Despite these successes, the vast majority of postdocs in the United States are not unionized. Columbia’s remain the only private-university postdocs to have successfully unionized, and most states’ public-university systems do not have a postdoc union at a single university. Even the National Postdoctoral Association, which says it works to “enhanc[e] the quality of the postdoctoral experience” and “secure positive change for postdoctoral scholars,” chose to take “a neutral stance on the unionization of postdocs.”
Barriers to Unionization
The workplace challenges facing many postdocs are clear: relatively low wages and insufficient benefits, negligent or abusive supervisors, and middling job prospects that force them to stay in postdoc positions for far longer than was once expected. Still, there are a number of factors that have made it difficult to organize postdoc unions around these issues.
One feature that makes unionization of postdocs difficult is illustrated by a recent series of tweets by Yale professor and sociologist Nicholas Christakis. After receiving criticism for his apparent opposition to graduate-student unionization, he clarified that he is “not anti-union as an omnibus political or philosophical stance” but that science is a “vocation” not suited to unionization. Broadened slightly, this idea of “academic exceptionalism” was also an obstacle for UC postdoc organizers, one of whom described “a long-standing culture of academics feeling like they need to sacrifice for their work or the calling of science … there is a kind of ‘suck it up and take it’ attitude that unfortunately people have internalized.” The temporary nature of postdoc positions may contribute to the motivation to “suck it up,” and regular job turnover makes organizing more broadly difficult, but this should be undercut as the time postdocs spend in their positions continues to increase.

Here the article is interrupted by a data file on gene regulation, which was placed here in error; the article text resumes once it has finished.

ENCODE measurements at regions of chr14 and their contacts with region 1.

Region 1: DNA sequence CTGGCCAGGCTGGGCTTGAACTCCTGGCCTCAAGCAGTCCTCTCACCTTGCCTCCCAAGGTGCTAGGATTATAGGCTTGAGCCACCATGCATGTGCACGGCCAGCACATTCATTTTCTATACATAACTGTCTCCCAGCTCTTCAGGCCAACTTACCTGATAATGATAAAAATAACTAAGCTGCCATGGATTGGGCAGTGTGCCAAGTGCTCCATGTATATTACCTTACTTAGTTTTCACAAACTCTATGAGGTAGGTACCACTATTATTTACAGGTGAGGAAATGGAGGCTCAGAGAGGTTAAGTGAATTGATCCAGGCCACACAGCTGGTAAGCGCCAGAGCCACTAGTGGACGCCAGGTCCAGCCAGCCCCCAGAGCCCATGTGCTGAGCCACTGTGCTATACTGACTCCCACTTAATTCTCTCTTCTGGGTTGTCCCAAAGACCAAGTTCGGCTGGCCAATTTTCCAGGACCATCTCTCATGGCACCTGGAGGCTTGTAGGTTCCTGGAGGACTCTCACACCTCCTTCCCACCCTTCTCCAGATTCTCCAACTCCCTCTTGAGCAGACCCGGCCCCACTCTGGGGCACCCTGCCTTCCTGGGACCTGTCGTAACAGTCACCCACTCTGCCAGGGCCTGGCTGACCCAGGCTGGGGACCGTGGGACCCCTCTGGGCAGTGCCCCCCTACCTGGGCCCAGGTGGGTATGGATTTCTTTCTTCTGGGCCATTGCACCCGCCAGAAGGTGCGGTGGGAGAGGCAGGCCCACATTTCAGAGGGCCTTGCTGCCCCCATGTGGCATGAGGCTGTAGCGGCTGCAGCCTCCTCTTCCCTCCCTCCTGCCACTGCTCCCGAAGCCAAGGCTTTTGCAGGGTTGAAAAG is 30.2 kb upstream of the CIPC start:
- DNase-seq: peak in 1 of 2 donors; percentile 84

Another difficulty in unionizing postdocs is the atomized nature of most postdoc work environments. Most postdocs work in a single lab where they are working with a mentor and a small group of postdocs, graduate students, and other staff. This keeps postdocs from different labs separate from one another and complicates efforts to build solidarity among postdocs at a university.
Finally, immigration concerns are a massive impediment to postdoc organizing. According to a 2016 survey, more than half of postdocs at American institutions are not US citizens, and many are required to remain employed to maintain their visas. A common refrain from international postdocs resisting unionization, according to one UC organizer, was that “I can’t do that, because I have a family and my visa will be taken away.” While international postdocs can understandably be concerned about losing their jobs as retaliation for unionizing, Columbia’s contract also showed the potential for postdoc unions to secure better protections for postdocs on visas.
Postdocs in the UC system, at Columbia, and elsewhere have demonstrated both the possibility of building postdoc unions and the tangible benefits these unions have for their members. While factors like academic exceptionalism and visa concerns are detrimental to postdoc organizing, once in place, unions have shown that they can help their members counteract these concerns. These tangible improvements to the working conditions of unionized postdocs should help future postdoc organizers rally support for unionization.